A crowd gathered to listen as Sanford D. Bishop Jr., United States congressman from Georgia, delivered the 2016 Holmes-Hunter Lecture in the chapel on Feb. 18.
A notable proponent of civil rights, the congressman for Georgia’s second district joined the ranks of other leaders who had preceded him in this honor.
In the past many influential icons of the civil rights movement have delivered the lecture, including Andrew Young and Charlayne Hunter-Gault herself.
The lecture is an annual event commemorating the achievements of Hamilton Holmes and Charlayne Hunter-Gault as the first black students to enroll at the University of Georgia.
Before his lecture, Bishop was introduced by freshman Ammishaddai Grand-Jean, a political science and economics double major from Jonesboro.
Grand-Jean said Bishop was “a public servant, outstanding leader, and a role model for his generation.”
“The impact of their courage has made them true icons of American history,” Bishop said of Holmes and Hunter-Gault.
Bishop gave great deference to God and to the people who walked before him and helped him achieve his success.
“The steps of the righteous are ordered by God, I truly believe that their steps were ordered, as are mine,” Bishop said.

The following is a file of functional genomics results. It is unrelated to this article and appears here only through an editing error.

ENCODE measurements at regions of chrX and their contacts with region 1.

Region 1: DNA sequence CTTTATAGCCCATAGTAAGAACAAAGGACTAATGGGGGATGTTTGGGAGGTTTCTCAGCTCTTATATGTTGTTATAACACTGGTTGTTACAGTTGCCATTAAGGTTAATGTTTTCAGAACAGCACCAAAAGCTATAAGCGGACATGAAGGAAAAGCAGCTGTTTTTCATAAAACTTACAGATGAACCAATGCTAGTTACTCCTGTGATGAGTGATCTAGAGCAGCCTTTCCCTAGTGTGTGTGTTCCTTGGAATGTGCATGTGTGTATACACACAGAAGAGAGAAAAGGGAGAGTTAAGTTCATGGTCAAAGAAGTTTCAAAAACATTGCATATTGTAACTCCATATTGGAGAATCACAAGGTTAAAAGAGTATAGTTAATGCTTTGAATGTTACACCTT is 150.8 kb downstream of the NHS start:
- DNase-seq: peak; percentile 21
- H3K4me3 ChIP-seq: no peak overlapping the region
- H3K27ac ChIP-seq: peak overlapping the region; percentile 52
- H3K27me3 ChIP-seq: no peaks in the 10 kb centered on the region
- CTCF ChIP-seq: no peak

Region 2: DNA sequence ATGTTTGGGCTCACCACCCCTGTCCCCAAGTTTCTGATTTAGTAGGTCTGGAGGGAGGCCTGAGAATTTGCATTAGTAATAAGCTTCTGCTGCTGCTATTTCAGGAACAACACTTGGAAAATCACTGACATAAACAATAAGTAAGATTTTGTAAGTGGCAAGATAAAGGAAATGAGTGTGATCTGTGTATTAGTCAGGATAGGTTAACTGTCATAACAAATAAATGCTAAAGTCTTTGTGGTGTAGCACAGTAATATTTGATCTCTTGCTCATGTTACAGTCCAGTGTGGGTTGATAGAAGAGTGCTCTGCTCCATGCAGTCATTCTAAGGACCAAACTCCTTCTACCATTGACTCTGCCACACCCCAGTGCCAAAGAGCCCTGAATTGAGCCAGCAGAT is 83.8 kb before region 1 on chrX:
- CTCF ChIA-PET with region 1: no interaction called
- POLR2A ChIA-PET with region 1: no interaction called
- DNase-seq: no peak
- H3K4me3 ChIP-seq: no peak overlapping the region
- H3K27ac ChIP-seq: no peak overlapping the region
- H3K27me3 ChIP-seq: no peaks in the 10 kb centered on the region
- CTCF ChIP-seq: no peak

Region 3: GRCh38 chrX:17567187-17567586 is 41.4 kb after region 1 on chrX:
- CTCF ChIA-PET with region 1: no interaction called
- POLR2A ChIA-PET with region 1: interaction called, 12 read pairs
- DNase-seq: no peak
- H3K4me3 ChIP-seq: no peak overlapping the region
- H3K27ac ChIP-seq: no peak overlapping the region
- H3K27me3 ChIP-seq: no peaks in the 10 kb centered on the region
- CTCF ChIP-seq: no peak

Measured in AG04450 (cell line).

The congressman described his Alabama upbringing, and his first interactions with the painful realities of segregation.
“Growing up, living in an all black part of town, I didn’t understand the concept of race,” Bishop said, “but as I got older I experienced first hand the burning of crosses in my neighborhood.”
He told the stories that inspired him, in the hope that they might inspire those gathered to hear him speak.
He recalled his father speaking to him following the announcement of the Brown v. Board of Education decision.
“My father turned to me and said ‘son, things are going to change, you’ll have opportunities that we never had, but you have to be ready’,” Bishop said.
Bishop closed by quoting a poem called "Bag of Tools" and encouraged the audience to remember every person has skills that can help their fellow man.
“You have to keep passing on the flame, it was a great motivation and I want to share it with more people,” Grand-Jean said.